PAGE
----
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Beware of Greeks Wearing Spider-Man Masks

Tim Settle and Neil Thomas in "Jason and the Argonauts"
Tim Settle and Neil Thomas in "Jason and the Argonauts"Neil Thomas Douglas

Jason and the Argonauts at the Wallis Annenberg Center for the Performing Arts

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You don’t need 500+ pages, a cast of thousands, De Mille-ian (or Harryhausian) special effects or rivers of blood, to go Greek. Sometimes all you require, if you’re really good is a voice, a lectern, a storyteller’s knack.

I’m told that the basics are pretty much all that Tony-winning actor Dennis O’Hare puts to use in his solo adaptation of Homer’s epic poem “The Iliad (titled “An Iliad” and now playing at the Broad Stage.) Can’t give you the scoop first hand on how that plays out, but check back on this space next week.

As for the travails of another mythological journey, that undertaken by Jason and his Argonauts in quest of the Golden Fleece, on the other hand…well pull up a chair at the Wallis Annenberg Center for the Performing Arts. And ready yourself for mayhem.

Visible Fiction’s romping version of “Jason and the Argonauts,” adapted by Robert Forrest and directed by Douglas Irvine for Scotland’s Visible Fiction, actually has some toys to play with. Action figures most notably. Smiling golden-skinned Ken dolls, muscular half-monsters, figures with pinwheeling arms (the better for swimming). They also have newspapers that can be fashioned into small boats, kooky props, inventively inflatable dragon tails, sticks masquerading as swords and an enormous all-purpose wooden cart that is “Jason’s” toy box and highly versatile set piece.

Best of all, Visible Fiction has Tim Settle and Neil Thomas, a well matched pair of cards with the spirit of play coursing merrily through their thespian veins. The 65-minute “Jason and the Argonauts” may say it’s for those 8 years old and above, but even younger audiences will be drawn in. The pre-8 set was in ample supply at the Wallis’s Lovelace Studio on opening night.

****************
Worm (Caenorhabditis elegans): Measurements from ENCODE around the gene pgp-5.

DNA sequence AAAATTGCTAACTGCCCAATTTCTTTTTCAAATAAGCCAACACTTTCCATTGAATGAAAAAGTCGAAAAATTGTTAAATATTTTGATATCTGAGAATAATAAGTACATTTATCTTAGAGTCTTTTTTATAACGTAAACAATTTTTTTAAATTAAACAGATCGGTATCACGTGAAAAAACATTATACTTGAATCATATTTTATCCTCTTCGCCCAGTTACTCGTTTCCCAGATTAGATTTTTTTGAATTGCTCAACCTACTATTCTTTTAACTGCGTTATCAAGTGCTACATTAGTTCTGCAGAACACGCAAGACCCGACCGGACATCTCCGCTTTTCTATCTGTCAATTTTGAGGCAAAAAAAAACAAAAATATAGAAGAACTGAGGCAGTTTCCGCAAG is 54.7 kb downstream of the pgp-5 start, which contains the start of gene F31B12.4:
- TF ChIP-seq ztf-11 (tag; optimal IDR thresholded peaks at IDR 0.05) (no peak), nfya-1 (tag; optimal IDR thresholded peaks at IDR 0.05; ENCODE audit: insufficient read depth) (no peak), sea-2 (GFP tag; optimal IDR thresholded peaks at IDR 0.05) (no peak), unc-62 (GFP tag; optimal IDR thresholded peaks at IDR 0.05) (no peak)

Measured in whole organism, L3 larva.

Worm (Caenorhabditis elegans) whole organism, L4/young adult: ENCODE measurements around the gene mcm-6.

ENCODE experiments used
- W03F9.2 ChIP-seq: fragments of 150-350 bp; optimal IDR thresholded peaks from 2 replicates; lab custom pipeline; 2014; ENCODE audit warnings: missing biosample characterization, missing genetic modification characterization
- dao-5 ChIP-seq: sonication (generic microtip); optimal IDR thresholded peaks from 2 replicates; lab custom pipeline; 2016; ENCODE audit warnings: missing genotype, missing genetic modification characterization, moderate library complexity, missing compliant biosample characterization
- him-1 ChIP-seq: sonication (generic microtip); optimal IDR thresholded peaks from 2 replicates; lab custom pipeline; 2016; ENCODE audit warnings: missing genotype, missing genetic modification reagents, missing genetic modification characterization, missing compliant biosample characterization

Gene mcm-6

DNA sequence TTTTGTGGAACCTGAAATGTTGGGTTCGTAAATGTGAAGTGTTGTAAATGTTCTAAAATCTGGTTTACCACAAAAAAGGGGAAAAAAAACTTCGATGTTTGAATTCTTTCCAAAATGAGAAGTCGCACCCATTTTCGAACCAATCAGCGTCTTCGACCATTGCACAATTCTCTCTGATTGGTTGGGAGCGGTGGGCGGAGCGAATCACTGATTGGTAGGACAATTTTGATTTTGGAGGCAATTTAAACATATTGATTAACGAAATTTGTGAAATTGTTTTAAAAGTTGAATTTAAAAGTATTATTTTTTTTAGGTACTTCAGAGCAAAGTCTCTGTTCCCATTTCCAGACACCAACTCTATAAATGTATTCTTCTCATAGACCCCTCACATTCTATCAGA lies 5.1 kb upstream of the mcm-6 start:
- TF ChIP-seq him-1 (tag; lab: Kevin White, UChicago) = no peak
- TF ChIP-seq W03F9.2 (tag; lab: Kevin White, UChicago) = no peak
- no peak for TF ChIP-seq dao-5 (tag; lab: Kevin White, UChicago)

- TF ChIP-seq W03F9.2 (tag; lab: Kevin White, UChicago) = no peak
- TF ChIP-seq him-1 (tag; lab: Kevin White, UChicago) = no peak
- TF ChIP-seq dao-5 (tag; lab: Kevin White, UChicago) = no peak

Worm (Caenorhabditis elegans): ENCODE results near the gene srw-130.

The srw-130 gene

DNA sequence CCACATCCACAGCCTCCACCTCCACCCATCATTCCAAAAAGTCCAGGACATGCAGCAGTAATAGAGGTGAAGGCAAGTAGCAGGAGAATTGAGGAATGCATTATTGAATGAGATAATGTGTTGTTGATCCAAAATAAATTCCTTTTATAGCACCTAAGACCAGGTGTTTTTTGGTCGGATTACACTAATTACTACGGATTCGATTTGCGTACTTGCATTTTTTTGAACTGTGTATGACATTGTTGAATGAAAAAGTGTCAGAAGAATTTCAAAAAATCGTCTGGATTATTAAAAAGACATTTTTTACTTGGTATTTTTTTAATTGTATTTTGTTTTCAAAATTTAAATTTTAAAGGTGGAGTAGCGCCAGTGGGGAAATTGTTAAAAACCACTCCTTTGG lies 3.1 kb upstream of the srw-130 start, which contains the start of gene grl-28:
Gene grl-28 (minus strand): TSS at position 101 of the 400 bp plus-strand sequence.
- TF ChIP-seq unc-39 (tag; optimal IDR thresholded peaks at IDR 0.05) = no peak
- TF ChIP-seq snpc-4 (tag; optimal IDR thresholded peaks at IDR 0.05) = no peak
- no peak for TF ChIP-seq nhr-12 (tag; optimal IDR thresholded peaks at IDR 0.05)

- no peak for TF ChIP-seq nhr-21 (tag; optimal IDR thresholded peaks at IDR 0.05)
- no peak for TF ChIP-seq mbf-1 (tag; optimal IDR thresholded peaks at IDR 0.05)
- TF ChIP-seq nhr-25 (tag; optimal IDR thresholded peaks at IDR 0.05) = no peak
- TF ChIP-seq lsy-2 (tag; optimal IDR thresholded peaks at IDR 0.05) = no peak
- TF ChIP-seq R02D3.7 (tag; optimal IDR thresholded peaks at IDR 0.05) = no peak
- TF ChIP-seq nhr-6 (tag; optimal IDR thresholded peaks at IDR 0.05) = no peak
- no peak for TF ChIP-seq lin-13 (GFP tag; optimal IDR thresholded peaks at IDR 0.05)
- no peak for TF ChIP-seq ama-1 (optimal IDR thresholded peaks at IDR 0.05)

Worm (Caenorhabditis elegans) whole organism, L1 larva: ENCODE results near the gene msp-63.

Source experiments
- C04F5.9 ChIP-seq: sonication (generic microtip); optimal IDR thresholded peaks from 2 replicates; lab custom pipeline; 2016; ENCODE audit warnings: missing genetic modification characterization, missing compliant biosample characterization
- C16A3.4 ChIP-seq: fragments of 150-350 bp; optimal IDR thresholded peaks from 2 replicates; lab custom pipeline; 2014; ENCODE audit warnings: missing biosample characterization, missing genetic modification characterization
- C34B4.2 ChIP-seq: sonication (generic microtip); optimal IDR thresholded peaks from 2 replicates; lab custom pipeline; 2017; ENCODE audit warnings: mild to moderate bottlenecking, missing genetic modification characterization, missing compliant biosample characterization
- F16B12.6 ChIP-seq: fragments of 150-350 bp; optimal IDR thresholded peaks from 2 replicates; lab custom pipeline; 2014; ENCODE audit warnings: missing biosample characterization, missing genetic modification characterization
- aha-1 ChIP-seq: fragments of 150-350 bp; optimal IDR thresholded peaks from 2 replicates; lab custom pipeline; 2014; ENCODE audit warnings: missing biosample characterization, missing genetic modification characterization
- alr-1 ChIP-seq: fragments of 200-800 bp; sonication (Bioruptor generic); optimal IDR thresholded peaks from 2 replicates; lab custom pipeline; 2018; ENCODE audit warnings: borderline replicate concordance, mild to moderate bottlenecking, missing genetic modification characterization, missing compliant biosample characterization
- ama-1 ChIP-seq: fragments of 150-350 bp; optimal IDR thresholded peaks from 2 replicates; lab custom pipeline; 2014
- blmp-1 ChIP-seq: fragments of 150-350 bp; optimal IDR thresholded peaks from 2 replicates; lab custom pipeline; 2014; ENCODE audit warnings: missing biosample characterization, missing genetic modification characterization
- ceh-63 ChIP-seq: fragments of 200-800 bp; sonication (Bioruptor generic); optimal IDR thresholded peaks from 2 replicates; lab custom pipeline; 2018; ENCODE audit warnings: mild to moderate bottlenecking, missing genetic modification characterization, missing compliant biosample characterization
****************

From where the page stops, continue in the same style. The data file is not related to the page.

Admittedly, with greedy monarchs, sorcerers, beasts and vengeful gods on the scene, there may be carnage. A couple of Jason’s brave (doll) crew don’t quite make it.

But lest we get too far ahead of ourselves, “Jason” begins with Thomas, shaven head and earnest, beginning to recount the tale of mighty Jason. He is interrupted by his fellow actor Settle who was not keyed in that this storytelling was going down. “We always do this together,” pleads Settle, he of the bullish torso, suspenders over undershirt and a voice that goes from bass to little boy with surprising ease.

Thomas relents, and the two men are off on an adventure, pulling out dolls, creating ships, passing the same character (be it Jason, Medea) back and forth between them, sometime within the course of the same scene. Settle knows his mythology as well as anyone; he’s also hell bent on dragooning Spider-Man (“Spider-Manicus!”) into the tale by any means necessary. They turn themselves into heroes, gods and monsters with equal finesse and sometimes with the aid of an unlikely prop. Iron birds? No problem. Clashing rocks? Hand over those trays. The fleece itself? Why it’s a coat, but you’ll believe it anyway.

Under Irvine’s direction and with both actors (especially Settle) clearly given license to shtick and break the fourth wall, things can get a little bit out of control (You’d expect any less in a room full of kids?). On the other hand, Visible Fiction is clearly on a quest for more than just the hide of a flying ram. As Thomas wraps things up intoning that this quest has been undertaken for truth, justice and freedom, Settle goes all puppy eyed. “And fun?” he whimpers.

Oh, most certainly fun. End to end.

"Jason and the Argonauts plays

7 p.m. Thursday and Fridays, 3 and 7 p.m. Saturdays 2 and 5 p.m. Sundays; through Feb. 2 at 9390 N. Santa Monica Blvd., Beverly Hills, $25. (310) 746-4000, www.thewallis.org.